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Question: An aeroplane is travelling away from an NDB on a track of

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Question: An aeroplane is travelling away from an NDB on a track of

Old 16th Nov 2018, 19:13
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Question: An aeroplane is travelling away from an NDB on a track of

An aeroplane is travelling away from an NDB on a track of 145° with 5° starboard (right) drift. The relative bearing indicator (RBI) should indicate a bearing of:
Answer: 185° relative
Can anyone explain why please? Ideally with a picture. I tried to emulate the problem with this RBI emulator but couldn't figure it out.
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Old 16th Nov 2018, 20:04
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The track isn't a red herring, although TA's explanation is probably simpler in this case (constant track to / from the NDB).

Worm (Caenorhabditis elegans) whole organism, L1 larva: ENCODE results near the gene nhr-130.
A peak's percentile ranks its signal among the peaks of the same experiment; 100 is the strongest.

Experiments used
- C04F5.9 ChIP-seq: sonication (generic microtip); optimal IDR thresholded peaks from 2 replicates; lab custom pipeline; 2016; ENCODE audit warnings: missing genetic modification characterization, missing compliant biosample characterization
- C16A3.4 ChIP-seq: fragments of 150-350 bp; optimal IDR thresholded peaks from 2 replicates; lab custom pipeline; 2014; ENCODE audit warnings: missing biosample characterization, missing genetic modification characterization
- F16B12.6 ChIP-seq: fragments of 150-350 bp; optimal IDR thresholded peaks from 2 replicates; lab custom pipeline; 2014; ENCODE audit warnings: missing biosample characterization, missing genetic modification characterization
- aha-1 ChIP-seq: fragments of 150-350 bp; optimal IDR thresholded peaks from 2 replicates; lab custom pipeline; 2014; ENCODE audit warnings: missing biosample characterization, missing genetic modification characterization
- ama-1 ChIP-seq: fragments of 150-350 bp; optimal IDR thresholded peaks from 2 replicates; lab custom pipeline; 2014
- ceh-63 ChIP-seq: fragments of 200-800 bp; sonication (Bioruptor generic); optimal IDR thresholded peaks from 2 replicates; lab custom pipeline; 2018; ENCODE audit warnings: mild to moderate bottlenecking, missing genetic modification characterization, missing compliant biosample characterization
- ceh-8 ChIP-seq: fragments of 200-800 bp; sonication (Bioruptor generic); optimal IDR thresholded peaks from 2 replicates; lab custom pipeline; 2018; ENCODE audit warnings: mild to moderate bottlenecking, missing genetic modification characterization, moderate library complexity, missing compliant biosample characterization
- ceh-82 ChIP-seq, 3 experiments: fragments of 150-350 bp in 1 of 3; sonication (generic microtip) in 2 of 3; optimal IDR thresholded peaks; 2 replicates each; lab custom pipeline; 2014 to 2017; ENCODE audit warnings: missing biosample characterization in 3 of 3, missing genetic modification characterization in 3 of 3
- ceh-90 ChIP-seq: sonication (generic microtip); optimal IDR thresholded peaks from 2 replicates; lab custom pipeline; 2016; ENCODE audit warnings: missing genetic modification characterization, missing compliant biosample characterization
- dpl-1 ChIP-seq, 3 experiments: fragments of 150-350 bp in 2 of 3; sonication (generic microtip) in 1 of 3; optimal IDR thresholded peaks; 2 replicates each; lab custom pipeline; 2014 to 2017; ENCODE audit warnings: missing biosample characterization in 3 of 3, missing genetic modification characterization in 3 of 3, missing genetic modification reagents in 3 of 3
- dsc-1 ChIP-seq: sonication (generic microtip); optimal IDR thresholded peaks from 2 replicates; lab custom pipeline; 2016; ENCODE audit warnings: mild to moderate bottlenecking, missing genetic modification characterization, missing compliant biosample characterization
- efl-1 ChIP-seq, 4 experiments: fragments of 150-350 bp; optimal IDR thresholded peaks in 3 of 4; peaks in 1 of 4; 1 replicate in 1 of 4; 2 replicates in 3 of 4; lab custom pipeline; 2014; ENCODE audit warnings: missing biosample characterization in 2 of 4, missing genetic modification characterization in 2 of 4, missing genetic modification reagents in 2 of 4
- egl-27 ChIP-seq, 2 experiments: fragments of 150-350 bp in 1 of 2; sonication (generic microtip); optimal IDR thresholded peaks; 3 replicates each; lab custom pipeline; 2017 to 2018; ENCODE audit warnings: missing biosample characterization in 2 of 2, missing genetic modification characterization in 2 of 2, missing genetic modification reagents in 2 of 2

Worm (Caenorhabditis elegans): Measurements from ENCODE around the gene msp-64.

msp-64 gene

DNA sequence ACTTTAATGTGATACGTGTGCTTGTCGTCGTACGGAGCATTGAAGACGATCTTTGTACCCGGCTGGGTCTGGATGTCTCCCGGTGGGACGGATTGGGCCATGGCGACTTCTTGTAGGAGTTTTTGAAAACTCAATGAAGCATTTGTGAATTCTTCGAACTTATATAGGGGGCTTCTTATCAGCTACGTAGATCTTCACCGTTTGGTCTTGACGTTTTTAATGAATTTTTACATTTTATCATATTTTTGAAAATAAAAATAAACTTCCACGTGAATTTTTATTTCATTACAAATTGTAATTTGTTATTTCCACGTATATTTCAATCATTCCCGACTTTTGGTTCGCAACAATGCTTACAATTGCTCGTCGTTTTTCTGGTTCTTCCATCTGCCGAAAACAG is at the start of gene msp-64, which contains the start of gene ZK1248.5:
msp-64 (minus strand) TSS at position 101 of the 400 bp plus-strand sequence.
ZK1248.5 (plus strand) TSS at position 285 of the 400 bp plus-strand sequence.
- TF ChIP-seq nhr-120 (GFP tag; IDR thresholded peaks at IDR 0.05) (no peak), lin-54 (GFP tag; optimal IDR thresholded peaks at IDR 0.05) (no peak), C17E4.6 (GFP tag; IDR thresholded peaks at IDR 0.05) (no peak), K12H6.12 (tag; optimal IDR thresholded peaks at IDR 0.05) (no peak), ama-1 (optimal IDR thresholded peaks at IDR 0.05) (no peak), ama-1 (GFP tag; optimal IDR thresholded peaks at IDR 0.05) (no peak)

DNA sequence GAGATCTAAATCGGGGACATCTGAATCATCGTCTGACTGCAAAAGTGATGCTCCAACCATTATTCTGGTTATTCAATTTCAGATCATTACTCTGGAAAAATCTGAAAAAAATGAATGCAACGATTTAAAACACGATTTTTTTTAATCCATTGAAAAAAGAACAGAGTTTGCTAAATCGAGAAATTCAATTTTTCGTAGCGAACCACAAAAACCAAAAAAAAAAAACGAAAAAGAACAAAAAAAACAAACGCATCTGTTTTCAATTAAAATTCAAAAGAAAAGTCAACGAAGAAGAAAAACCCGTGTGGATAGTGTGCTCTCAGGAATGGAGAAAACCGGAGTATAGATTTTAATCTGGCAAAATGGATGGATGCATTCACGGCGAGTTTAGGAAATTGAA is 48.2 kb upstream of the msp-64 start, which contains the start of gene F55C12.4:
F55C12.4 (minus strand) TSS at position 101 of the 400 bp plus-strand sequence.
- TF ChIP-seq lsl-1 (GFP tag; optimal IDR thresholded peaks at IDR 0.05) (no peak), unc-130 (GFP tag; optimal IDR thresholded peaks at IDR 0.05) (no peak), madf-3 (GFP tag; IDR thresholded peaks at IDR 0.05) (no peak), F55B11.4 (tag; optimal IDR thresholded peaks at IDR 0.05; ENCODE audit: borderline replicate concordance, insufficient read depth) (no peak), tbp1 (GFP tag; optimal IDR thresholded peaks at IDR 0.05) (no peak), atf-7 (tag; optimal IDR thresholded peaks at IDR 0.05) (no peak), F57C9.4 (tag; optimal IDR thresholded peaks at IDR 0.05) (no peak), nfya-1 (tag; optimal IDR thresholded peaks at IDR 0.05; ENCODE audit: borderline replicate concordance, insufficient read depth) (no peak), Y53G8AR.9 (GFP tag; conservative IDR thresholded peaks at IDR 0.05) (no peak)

Magnetic Bearing - Magnetic Heading = Relative Bearing

As you are flying a TRACK of 145° from the NDB, the MB to the NDB is the reciprocal of 145° = 325°

As TA has said, there's 5° right drift, so your HEADING is 140° to counteract the drift.

Therefore RB = 325° - 140° = 185°
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Old 16th Nov 2018, 20:14
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The track away from the NDB is irrelevant, the RBI display would be showing 180 degrees if there was no drift. As there is a 5 degree drift to starboard, this will be added to the RBI indication, giving the 185 degrees relative bearing in the answer. Please excuse the rather crude drawing, best I could do with the limited drawing package....
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RBI Display.pdf (2.5 KB, 76 views)
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Old 16th Nov 2018, 22:51